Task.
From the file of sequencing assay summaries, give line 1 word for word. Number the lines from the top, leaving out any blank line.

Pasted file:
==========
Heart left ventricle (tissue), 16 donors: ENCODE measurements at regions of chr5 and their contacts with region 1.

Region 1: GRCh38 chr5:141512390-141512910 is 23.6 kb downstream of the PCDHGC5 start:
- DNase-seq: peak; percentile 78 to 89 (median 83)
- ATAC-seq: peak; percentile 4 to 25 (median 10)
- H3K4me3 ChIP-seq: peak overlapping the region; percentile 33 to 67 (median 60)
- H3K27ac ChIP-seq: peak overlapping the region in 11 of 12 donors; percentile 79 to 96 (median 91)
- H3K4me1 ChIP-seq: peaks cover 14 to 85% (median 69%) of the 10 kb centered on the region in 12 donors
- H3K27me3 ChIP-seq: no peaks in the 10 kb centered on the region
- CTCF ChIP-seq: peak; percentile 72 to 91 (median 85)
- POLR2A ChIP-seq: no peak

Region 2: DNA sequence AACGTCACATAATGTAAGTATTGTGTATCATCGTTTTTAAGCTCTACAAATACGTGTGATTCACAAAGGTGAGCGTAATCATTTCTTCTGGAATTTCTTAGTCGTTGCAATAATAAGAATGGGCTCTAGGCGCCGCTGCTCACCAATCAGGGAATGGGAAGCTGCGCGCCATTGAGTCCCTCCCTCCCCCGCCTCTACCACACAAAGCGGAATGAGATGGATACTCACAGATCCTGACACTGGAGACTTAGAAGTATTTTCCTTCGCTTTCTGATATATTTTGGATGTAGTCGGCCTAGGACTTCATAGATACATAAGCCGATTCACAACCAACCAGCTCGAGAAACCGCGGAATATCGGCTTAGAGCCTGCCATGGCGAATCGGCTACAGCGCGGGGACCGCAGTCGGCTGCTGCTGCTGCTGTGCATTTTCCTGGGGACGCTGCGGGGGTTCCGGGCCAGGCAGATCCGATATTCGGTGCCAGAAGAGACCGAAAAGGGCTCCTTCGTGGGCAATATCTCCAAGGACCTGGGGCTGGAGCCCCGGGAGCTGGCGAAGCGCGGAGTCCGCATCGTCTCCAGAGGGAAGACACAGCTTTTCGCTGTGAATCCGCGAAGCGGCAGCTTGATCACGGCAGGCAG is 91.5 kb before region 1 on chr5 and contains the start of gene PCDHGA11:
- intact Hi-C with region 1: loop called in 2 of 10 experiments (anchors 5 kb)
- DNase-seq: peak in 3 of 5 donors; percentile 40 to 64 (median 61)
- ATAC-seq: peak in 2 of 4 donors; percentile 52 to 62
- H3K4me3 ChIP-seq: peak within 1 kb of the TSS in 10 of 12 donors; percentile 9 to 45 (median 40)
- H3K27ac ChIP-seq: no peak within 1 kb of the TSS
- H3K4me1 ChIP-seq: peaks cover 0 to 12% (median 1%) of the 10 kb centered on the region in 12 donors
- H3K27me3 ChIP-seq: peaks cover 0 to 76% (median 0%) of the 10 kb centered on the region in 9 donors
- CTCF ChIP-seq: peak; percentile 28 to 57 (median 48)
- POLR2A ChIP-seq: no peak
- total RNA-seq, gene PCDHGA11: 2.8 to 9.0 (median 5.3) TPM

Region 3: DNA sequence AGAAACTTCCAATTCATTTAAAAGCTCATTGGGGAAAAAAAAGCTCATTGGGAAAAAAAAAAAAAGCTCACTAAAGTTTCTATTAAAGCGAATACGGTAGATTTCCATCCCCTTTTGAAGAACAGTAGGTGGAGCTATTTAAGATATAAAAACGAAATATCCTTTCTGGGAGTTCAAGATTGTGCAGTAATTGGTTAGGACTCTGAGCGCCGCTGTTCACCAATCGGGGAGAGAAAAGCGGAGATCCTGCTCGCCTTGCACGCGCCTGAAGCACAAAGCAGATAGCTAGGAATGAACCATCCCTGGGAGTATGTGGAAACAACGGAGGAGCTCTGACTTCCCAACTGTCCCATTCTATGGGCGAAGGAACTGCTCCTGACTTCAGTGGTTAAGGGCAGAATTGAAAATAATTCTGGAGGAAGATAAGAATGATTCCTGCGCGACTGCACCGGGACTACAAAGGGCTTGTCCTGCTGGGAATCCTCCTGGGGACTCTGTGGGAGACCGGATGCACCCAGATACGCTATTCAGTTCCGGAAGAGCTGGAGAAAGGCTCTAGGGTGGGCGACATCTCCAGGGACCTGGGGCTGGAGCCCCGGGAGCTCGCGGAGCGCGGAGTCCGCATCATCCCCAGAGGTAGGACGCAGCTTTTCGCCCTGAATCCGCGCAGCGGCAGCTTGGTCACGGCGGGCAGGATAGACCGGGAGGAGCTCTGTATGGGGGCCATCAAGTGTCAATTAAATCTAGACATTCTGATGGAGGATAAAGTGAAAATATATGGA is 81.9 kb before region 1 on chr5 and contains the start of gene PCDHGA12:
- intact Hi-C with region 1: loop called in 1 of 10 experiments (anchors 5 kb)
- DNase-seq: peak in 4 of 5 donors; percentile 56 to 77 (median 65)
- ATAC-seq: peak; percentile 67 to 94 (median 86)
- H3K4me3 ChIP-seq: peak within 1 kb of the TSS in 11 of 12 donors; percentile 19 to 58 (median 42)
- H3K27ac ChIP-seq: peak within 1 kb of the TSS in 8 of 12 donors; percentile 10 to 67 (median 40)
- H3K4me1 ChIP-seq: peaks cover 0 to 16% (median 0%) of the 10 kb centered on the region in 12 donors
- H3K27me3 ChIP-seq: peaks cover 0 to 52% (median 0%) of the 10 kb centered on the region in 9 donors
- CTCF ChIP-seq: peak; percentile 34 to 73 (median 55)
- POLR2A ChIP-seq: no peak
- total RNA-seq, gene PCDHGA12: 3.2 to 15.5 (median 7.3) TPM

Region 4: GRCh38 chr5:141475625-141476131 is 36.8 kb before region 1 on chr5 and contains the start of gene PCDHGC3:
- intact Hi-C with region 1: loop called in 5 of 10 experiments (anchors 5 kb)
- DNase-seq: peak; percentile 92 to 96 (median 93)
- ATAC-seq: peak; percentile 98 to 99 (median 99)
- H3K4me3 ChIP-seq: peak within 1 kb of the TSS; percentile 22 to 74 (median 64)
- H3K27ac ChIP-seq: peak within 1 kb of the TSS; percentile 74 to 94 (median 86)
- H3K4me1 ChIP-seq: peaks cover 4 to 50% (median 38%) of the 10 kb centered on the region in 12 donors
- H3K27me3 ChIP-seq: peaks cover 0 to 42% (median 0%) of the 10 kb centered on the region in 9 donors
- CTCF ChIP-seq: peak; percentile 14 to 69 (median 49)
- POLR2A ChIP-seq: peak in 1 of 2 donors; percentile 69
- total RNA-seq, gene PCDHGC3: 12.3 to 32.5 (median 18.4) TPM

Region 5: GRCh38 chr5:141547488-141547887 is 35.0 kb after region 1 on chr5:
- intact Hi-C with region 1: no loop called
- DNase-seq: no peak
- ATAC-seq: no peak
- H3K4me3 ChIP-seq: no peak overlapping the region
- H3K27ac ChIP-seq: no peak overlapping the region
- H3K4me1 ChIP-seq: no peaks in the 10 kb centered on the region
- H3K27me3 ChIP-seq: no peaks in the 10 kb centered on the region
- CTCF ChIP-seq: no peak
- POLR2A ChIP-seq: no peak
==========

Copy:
Heart left ventricle (tissue), 16 donors: ENCODE measurements at regions of chr5 and their contacts with region 1.